Wednesday, 15 January 2014

G has to live up to his Gentleman Boater Award

Yesterday I walked the dogs to the bottom of the Buckby flight and passed this strange boat. I suppose it could look quite pretty if woven with flowers in the spring.
 We nipped into Whilton Marina and, on leaving, checked there was no-one coming down and lifted the paddle on the bottom lock to empty it as we walked across to fetch the boat up. Just as I was pulling out people appeared, closed the paddle and re-filled it! Despite shouting up and honking the horn they didn't seem to hear. Oh well. It meant all but the leakiest of the locks were with us and the sun was shining again. It was 11.15 as I, finally, pulled into the bottom lock
 I lurked in the pounds letting G walk on with the dogs and get the gates open - no wind to speak of so it was a doddle with the sun on my back. He had to flush some water down for me into one of the pounds which was very low but, as long as I stuck to the middle and went slowly it was OK
 We left the top lock exactly 2 hours later - not a record but a damn site quicker than when we last came down them with a new boater trying to open all the paddles simultaneously and leaving me stuck on the bottom.
 G had wanted to do the Watford flight as well but I wasn't keen as you really don't want to be cruising beyond 2.30 at this time of the year - not if you don't have to - it gets too cold. I thought that mooring up and going for a pint was a much better idea and G didn't take much persuading
 So we turned right in to the Leicester Arm and moored two boats up from NB Tacet - no sign of Ian and Karen though
 the menagerie made free with the working boat behind which we'd last chatted to (the owner not the boat) in Braunston. There is a cat living on this boat and they'll get their come uppance if they're not careful.
As we walked back onto the mainline for the afore mentioned pint a chap in an old trad NB was making heavy weather of approaching the top lock. As we caught up with him he asked if we knew how he could get his boat into the side. G took his front rope and told him what to do. He said he had just bought the boat and was going down the flight. His girlfriend and 8 month old baby were sitting in the front. I couldn't understand why he was pulling into the side as one gate was open ready for him.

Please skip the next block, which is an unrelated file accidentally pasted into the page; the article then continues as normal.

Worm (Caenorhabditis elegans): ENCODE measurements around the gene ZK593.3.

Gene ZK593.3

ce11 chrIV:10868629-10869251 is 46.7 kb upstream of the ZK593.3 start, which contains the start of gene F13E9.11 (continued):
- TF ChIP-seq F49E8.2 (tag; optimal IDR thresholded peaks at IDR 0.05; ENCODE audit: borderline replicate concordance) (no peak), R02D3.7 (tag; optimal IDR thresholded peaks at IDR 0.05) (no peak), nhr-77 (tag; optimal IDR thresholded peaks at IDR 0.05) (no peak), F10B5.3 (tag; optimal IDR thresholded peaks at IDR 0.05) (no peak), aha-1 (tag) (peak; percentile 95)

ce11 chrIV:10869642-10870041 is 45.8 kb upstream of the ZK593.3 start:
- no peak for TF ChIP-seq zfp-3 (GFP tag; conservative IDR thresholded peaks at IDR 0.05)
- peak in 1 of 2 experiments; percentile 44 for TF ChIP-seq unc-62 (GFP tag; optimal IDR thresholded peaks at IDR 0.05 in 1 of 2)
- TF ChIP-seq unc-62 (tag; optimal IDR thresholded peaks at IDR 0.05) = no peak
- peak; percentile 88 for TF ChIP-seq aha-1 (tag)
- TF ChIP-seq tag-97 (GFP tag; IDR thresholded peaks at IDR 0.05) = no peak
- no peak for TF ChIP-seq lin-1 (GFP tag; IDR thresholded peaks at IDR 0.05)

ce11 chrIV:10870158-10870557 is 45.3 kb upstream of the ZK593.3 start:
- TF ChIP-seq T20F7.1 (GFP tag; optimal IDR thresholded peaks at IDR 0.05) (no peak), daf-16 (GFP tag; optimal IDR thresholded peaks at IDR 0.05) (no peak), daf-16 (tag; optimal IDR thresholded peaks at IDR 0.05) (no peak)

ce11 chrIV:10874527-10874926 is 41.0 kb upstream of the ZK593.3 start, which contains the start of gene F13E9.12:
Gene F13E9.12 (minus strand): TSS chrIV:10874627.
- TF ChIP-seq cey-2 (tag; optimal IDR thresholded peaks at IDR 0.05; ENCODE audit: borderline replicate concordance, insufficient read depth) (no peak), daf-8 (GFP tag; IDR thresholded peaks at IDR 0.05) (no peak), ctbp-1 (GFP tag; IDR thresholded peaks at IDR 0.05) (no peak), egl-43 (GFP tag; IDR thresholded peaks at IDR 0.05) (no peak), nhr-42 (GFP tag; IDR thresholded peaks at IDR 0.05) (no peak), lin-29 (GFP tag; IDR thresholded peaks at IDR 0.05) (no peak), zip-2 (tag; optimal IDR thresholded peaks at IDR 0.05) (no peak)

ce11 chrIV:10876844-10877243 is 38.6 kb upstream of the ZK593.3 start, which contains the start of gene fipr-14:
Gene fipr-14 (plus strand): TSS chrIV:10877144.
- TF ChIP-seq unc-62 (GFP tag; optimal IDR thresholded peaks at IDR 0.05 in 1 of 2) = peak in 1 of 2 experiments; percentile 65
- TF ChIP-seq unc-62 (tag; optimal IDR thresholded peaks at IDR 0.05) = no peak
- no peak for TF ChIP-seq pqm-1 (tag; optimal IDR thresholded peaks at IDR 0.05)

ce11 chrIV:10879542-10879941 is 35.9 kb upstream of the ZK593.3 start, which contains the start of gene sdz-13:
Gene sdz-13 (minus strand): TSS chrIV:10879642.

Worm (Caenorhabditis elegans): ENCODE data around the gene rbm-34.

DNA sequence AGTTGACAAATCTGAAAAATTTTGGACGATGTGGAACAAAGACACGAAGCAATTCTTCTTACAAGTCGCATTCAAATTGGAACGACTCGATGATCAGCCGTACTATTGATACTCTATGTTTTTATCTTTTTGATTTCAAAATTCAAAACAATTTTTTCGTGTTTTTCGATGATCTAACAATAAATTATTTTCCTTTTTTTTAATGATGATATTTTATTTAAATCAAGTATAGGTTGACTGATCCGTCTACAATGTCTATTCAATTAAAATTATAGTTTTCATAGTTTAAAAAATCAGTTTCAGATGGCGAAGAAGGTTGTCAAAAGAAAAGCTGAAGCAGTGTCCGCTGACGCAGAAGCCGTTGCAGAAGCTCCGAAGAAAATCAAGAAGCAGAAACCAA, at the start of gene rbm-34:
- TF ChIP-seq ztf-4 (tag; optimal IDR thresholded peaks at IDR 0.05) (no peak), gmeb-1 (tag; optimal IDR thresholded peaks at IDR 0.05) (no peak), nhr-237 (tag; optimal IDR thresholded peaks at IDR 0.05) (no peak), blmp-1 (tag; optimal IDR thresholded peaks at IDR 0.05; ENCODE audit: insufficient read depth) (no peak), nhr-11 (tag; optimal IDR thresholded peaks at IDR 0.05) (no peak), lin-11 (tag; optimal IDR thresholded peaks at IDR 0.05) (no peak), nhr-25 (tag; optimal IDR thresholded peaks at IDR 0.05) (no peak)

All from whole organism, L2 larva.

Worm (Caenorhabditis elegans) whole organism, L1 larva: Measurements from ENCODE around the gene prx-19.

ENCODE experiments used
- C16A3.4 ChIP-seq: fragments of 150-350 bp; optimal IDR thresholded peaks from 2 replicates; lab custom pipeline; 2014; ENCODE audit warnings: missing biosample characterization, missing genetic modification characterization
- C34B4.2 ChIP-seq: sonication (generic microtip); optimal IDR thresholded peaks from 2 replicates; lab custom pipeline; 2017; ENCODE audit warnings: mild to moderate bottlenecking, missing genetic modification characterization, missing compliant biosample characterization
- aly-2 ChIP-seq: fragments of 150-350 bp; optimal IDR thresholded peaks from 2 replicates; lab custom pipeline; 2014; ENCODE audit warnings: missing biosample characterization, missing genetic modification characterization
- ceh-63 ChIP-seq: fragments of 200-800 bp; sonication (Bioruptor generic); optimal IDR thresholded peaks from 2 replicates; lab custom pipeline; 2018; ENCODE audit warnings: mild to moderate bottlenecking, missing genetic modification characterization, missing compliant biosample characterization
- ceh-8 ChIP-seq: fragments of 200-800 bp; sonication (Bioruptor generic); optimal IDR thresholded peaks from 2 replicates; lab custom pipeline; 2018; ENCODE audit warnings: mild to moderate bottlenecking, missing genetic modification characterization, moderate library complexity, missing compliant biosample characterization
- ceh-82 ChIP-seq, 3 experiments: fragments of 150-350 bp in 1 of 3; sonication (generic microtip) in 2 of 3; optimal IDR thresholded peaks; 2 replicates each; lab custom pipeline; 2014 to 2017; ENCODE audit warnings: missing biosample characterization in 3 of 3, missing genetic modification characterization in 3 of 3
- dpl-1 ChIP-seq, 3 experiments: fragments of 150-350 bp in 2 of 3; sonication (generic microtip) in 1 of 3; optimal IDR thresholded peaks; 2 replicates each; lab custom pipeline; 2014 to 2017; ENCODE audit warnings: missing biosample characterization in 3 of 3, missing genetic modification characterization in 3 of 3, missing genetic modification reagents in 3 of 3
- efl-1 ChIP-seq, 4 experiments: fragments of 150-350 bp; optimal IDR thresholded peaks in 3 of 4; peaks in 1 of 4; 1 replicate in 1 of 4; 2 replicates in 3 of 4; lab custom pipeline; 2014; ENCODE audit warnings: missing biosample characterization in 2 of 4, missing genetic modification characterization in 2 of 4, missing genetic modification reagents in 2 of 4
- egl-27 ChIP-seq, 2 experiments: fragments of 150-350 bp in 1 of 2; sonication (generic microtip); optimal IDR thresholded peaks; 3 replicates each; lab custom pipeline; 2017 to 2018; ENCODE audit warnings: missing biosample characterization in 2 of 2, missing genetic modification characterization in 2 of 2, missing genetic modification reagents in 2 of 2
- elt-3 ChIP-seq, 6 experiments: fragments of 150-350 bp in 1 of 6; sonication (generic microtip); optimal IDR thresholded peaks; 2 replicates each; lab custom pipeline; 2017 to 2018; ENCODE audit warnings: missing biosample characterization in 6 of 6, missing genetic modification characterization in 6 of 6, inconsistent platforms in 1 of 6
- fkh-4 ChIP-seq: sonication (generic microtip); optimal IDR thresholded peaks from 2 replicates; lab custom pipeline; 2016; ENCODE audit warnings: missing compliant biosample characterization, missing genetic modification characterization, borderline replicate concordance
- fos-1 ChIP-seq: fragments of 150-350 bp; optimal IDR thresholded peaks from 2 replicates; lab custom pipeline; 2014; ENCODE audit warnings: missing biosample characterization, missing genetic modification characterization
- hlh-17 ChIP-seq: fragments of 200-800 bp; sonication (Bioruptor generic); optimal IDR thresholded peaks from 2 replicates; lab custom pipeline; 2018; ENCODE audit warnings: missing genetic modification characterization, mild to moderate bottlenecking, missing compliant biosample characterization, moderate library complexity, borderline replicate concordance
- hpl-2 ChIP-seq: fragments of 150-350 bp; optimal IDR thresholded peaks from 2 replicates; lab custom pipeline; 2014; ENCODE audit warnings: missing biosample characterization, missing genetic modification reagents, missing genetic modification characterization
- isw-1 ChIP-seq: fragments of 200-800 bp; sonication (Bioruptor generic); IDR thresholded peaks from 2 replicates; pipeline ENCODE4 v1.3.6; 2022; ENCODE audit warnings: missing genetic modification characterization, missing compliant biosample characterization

We sat down with a pint and, eventually, saw him cross the lock and open the other gate and then bring the boat in and close both gates. He then tied both fore and aft lines to the lock bollards and was about to empty the water out from under the boat!
At this point G abandoned his pint and intervened before he sunk the boat with girlfriend and baby on board. There followed a gratefully received crash course in boating and locking whilst I got stuck into a second pint. Joking apart, that was going to be a serious accident. He was a young Portuguese chap who had never been on a boat before, had not received any kind of instruction and was heading down to moor on the Lee and Stort.


  1. That strange boat has been there years. It looks completely different in the summer, when the leaves are out. (Really!)

    1. I never thought about the trees being alive - I, rather romantically, imagined a beautiful May Queen sat in there in a long white dress with flowers all interwoven in the branches.
      Great to hear your dulcet tones in my ear reading the news whilst I was preparing supper - it rounded off a lovely day. Time they put that Alan Deddicoate (or however you spell him) on permanent nights!

  2. You seem to attract incompetent novices every time you pass Whilton Marina! What worries me is that the marina staff are selling boats to pepole without a clue.

    Have they got a sign at the marina exit saying "Incompetent Novices Please Wait for Matilda Rose to Appear Before Proceeding"?

    Having said all that, a few months ago I witnessed some old boys with years of experience (trad narra with butty in tow) doing the same rope trick at Sandford Lock on the Thames!


    1. Hi Alistair, would you believe it but, in fairness, this lad had bought the boat from round the corner on the Leicester Arm at Weltonfields Marina.
      What was the outcome for your old boys at Sandford Lock?

    2. Apologies to Wilton Marina. I wasn't having a go at them.

      The outcome at Sandford Lock was a loud bang. They then had two ropes, both short - one on the boat and the other tied to the lockside bollard. As they exited the lock the lockie shook his head as they tried to avoid eye-contact with anyone!

    3. Inevitable outcome I suppose, but isn't that part of the reason the Thames Locks are manned - surely the Lockie should have spotted it.

  3. We've met quite a few people coming down london-way who haven't the first clue how to move their boats - some weren't even interested in learning - they don't intend to move again once they've arrived :-(

    Sue, nb Indigo Dream

    1. He's come from Portugal and this boat will provide cheap accomodation near to London. He has decided to continuously moor on the Lee and Stort rather than Little Venice. He told G as much but I don't think he used the term 'continuous moorer'. This has nothing to do with boating or our waterways.